The Texas-born country artist is in a Lone Star State of mind.
Randy Rogers has gotten back to his roots — his Texas roots, to be precise — and the popular country artist is reaping high praise and enthusiastic responses as his handiwork continues to be embraced by fans and critics.
Nothing Shines Like Neon, the eighth studio album by the Randy Rogers Band, was recorded at the storied Cedar Creek studio in Austin, Texas, with producer Buddy Cannon at the helm and stellar collaborators like Jamey Johnson, Allison Krauss, and Jerry Jeff Walker dropping by for duets. There are scads of specific references to Lone Star State culture and locations scattered among the tracks — particularly on “San Antone,” the most recently released single, a heartfelt tribute to the Alamo City — and musical styles that run the gamut from honky-tonk exuberance to melancholy musings.
“I simply set out to make a country record,” Rogers told us. “More than anything, after I had fun with that whole Hold My Beer: Volume One album with Wade Bowen, I felt like it was time for our band to put out a traditional country record.”
That is, a traditional country record with a distinctively Texas twang.
We recently spoke with Rogers — a native of Cleburne, Texas — about Nothing Shines Like Neon. Here are some highlights from our conversation.
Cowboys & Indians: Do you think the good folks of San Antonio might be hankering to make “San Antone” their official song?
Randy Rogers: [Laughs.] Well, nobody has contacted me yet, so we’ll have to wait and see. I would be more than willing to lend my voice to that if they just give me a call.
C&I: At the risk of sounding like someone asking a father to choose his favorite child — do you have a favorite track on Nothing Shines Like Neon?
Rogers: Well, “Look Out Yonder” is dedicated to Kent Finlay, my mentor and dear friend. Kent owned and operated Cheatham Street Warehouse for the better part of 35 years in San Marcos, Texas. He gave me an opportunity to play there on Tuesday nights. That was 15 years ago, and the rest is kind of history. He was the first guy who ever really gave me the opportunity to have the stage. He also wrote a bunch of songs with me throughout the years and just was a really close friend.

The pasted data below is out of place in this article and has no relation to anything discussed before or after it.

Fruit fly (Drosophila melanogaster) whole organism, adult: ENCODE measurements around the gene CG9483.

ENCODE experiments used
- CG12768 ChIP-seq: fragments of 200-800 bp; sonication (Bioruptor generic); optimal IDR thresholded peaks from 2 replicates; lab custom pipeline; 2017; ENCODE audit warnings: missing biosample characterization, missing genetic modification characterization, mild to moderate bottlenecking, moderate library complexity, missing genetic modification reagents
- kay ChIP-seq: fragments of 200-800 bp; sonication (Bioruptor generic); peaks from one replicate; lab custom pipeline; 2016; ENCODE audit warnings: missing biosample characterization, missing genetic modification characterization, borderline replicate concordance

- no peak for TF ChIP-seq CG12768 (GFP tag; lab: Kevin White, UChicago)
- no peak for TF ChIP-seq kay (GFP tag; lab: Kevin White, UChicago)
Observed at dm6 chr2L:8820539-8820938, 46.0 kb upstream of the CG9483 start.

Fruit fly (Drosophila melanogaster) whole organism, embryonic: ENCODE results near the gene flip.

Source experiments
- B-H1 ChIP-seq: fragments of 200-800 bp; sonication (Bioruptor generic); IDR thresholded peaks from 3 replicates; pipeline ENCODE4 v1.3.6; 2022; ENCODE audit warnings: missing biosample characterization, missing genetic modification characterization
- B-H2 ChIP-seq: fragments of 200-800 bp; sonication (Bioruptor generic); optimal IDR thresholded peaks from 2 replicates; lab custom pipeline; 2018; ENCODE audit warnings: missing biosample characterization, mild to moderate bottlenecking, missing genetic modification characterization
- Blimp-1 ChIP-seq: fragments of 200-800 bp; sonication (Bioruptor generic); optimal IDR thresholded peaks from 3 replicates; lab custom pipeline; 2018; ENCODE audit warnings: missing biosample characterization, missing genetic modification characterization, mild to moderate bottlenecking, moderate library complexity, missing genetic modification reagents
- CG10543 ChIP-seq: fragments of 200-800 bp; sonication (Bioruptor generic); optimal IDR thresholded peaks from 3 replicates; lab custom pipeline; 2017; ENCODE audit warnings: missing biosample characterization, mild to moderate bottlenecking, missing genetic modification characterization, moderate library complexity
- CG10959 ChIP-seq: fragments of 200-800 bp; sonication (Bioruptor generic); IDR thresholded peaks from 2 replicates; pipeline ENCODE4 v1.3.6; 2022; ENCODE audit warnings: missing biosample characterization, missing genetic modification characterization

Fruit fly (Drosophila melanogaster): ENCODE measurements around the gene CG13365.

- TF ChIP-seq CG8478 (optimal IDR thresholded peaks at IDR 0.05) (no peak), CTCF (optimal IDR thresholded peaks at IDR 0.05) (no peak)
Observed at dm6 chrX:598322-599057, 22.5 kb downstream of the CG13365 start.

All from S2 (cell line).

Kent passed away the night before we went into the studio, actually. So for me, “Look Out Yonder” is now his song. Of course Alison Krauss singing on it — with her beautiful voice — just means the world to me. That’s one of those songs that kind of makes me have feelings. After doing this for 15 years, music doesn't necessarily always move me. But that song does.
C&I: Were any cuts on the album especially difficult to record?
Rogers: I think “Actin’ Crazy,” the song with Jamey Johnson. At first, for whatever reason, I just didn’t nail it. Just couldn’t nail it. The band played great on it, but I just didn’t have my best day there for that. So Buddy Cannon, our producer, called in Jamey Johnson to come in and sing. And then it was perfect — he was just what the song was missing. Jamey came in, and then I ended up singing harmony with him, he sang harmony with me, and we traded lines — and it turned out to be this great thing. Sometimes you just have to revisit something and make sure you get it right. Thank God for Buddy Cannon for doing that.
C&I: It’s often been noted that country music artists and their fans have a unique bond — that they’re more closely connected than the artists and fans in other musical genres. Would you agree?
Rogers: I just think country music fans, in general, take a little bit more ownership in the artists, and take a little bit more pride in their purchase when they buy a record. That’s not a bad thing at all. It’s actually a really good thing. It gives me a sense of security in my job and raising a family. Playing music for a living, that’s obviously something that you need.
C&I: While you were growing up, did anyone in your family try to convince you to — well, to maybe go into a more reliable line of work?
Rogers: [Laughs] No, I didn’t ever have that. I grew up in a home where I was encouraged to chase my dreams and be an individual. And music was a big part of our family lives. We’d play songs every weekend, and at church and family gatherings. I was always encouraged to follow my musical aspirations. The talent that God gave me — I was always encouraged to do it.